Also, you may have noted a larger than normal board.  4 x 6 feet.  This was to accommodate the 300 point armies.  However, this made for a boring early game, as close order foot moves at a snails pace, even with double moves.

With their flanks secure, and with terrain advantage, and having Medium Infantry vs. Knights.  The Britain's stand pat.
The only movement on the left.  Scot's horsemen are running wild!
On the right, England pushes forward.
Turn 2:
FYI, this was a long approach, you might want to skip down to turn 7 or so....

William's Knights and Harold's Huscarl's seem to be in a foot race.
Duke Vital gets a couple of command points and summons his spearmen.
The Scots and the Welsh stand pat.
Harold Godwinson, is enjoying a good laugh at the Normans expense.
Turn 3:
Playing on a large board, the command radius really is felt.  The next few turns are are not so much about moving forward, but getting the troops back in command.

Hardrada's Huscarls and Williams Knights are neck and neck.
The intent of the Britain's is clear, so the invaders will spend time and command points organizing.
Turn 4:
Godwinson's troops have been reforming their lines, so Huscarls are facing spear, and Spearmen are facing Knights. 
The Scot's Light Horse gets 2 command points to slip behind the Irish lines.
Turn 5:
Turn 6:

Turn 7:
OK, back from the nap.  Duke Vetal's Bretons are closing to contact with Godwinson's British.  It looks like bad match-ups for the Bretons.
The Welsh are determined to stand in their woods. 

Hardrada's foot are now ready for their assault.  In response, the Scots of Clan McDonald, pull their lines back.
Harold Godwinson is not going to wait for the Breton assault, and orders a charge where the odds are in his favor.  The first die roll doesn't bode well as Breton Bowmen actually win their fight against Elite Armored Heavy Swordsmen.
Overall, the British did not do well here.  3 loses, 2 ties and a single win.
Irish Mercenaries pin the Scot's horsemen to the edge of the board.
Turn 8:
A lot of turns, but only an hour has passed at this point.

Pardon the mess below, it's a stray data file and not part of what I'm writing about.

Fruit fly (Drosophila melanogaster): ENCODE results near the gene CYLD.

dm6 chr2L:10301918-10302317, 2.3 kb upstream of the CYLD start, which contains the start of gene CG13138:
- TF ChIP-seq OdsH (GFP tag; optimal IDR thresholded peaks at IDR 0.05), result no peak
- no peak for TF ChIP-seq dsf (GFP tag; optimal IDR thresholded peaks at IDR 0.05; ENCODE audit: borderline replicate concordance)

An ambush is revealed.  Light Infantry in the village.  The Irish eagerly approach to assault the village.   Harold's Huscarls spend a turn expanding their rear ranks before plunging in.
This all looks good, if it were not for the trees.
A decent picture down the line.
The back and forth down the line has both lines cracking.  King Godwinson goes to the front lines to bolster his men, and catches a spear to the eye.  Leaderless, his Saxons fight on 
Turn 9:
The Irish begin their assault.  And in true Irish fashion, one of the warbands is destroyed by defending Light Infantry.  Two Irish warbands invest the village, now defended by one Light Infantry and one Medium Cavalry.
On the bottom of turn 9, things go very wrong for the Bretons.
In the center, Normandies forces are at a stand off against the Welsh.
The Irish went into the village with all the advantages.  And are now losing.
Save for one bowmen, it is a clean sweep of Breton infantry.
It was hoped that the Bretons would keep the Britain'a engaged till they could be flanked by the Norman foot, but that is not to be.
Turn 10:
The shadows lengthen as the end of the day draws neigh.  As Nottingham forest grows dark, the Welsh begin to disappear.  Only the occasional jeer in that incomprehensible language keeps the Normans in their place.
Another Irish Warband falls.  The last is engaged with Medium Horse.  Despite the horse having a minus 3 modifier, they survive the Irish assault undamaged.  But Harold's Huscarls, winded by their long march, have now engaged the Scot's.  Winning only one battle, while losing 3. 
Scene from the center at sunset.
With the setting sun, the combatants disengage and return to their camps.  The Bretons had been massacred, the Irish decimated.  The defending Britain's are largely intact.  The invaders were defeated, but not broken, and begin the long retreat against a hostile countryside, hounded by the Godwinson alliance, facing the threat of winter, few would ever see their homes in Europe.

Neither side hit their break points, the final score was 14 of 37 losses for England, 19 of 29 for Europe.

No comments:

Post a Comment